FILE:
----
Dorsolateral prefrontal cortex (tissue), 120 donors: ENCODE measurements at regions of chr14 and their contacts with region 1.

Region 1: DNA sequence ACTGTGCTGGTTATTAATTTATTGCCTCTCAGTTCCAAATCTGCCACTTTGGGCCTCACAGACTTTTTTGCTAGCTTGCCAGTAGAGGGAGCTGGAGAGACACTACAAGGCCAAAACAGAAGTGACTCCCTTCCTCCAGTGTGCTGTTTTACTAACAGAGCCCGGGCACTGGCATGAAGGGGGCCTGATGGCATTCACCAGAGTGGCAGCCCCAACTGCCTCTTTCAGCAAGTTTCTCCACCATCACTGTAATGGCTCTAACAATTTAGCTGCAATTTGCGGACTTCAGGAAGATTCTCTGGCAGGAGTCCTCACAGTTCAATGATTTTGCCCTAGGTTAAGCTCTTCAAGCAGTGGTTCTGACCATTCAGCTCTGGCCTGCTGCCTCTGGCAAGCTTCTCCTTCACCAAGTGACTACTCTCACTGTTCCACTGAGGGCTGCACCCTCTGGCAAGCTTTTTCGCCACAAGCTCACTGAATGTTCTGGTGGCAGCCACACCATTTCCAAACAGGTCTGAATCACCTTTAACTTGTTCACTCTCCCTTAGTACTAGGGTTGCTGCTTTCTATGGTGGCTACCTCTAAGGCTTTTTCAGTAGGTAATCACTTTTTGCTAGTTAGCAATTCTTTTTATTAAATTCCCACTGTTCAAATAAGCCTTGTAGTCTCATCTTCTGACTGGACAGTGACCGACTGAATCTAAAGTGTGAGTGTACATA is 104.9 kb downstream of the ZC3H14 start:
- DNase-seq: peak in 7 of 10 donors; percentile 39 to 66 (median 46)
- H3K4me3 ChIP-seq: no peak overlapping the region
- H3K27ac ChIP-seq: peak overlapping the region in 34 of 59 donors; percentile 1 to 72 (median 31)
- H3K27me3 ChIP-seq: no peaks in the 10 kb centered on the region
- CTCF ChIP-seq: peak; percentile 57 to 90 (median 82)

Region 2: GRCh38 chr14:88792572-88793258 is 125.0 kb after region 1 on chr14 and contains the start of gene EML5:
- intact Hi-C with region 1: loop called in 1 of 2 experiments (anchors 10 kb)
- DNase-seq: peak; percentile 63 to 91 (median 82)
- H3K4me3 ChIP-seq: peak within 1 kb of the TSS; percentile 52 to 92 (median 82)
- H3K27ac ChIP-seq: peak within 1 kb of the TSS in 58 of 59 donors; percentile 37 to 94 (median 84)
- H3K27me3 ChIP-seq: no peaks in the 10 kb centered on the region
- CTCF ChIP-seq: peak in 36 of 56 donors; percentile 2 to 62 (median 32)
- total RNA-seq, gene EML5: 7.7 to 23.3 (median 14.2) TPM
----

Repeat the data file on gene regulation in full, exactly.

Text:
Dorsolateral prefrontal cortex (tissue), 120 donors: ENCODE measurements at regions of chr14 and their contacts with region 1.

Region 1: DNA sequence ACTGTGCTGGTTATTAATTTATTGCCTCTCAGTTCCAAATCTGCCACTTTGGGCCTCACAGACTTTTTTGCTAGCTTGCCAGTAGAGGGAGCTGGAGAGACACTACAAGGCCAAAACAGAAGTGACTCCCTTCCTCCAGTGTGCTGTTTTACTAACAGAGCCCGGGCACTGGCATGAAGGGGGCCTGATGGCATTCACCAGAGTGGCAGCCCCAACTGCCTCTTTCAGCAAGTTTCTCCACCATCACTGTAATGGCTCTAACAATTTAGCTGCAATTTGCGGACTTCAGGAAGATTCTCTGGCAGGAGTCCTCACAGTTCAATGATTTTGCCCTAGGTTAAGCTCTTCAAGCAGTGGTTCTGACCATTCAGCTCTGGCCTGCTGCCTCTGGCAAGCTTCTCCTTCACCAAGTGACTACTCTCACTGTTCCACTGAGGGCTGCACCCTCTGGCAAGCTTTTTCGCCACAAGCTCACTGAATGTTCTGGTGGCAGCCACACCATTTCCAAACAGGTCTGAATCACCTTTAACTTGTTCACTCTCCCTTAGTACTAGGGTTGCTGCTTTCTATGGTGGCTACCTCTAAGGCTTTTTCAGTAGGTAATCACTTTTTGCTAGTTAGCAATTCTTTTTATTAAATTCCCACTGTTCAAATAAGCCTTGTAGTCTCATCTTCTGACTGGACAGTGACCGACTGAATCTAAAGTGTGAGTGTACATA is 104.9 kb downstream of the ZC3H14 start:
- DNase-seq: peak in 7 of 10 donors; percentile 39 to 66 (median 46)
- H3K4me3 ChIP-seq: no peak overlapping the region
- H3K27ac ChIP-seq: peak overlapping the region in 34 of 59 donors; percentile 1 to 72 (median 31)
- H3K27me3 ChIP-seq: no peaks in the 10 kb centered on the region
- CTCF ChIP-seq: peak; percentile 57 to 90 (median 82)

Region 2: GRCh38 chr14:88792572-88793258 is 125.0 kb after region 1 on chr14 and contains the start of gene EML5:
- intact Hi-C with region 1: loop called in 1 of 2 experiments (anchors 10 kb)
- DNase-seq: peak; percentile 63 to 91 (median 82)
- H3K4me3 ChIP-seq: peak within 1 kb of the TSS; percentile 52 to 92 (median 82)
- H3K27ac ChIP-seq: peak within 1 kb of the TSS in 58 of 59 donors; percentile 37 to 94 (median 84)
- H3K27me3 ChIP-seq: no peaks in the 10 kb centered on the region
- CTCF ChIP-seq: peak in 36 of 56 donors; percentile 2 to 62 (median 32)
- total RNA-seq, gene EML5: 7.7 to 23.3 (median 14.2) TPM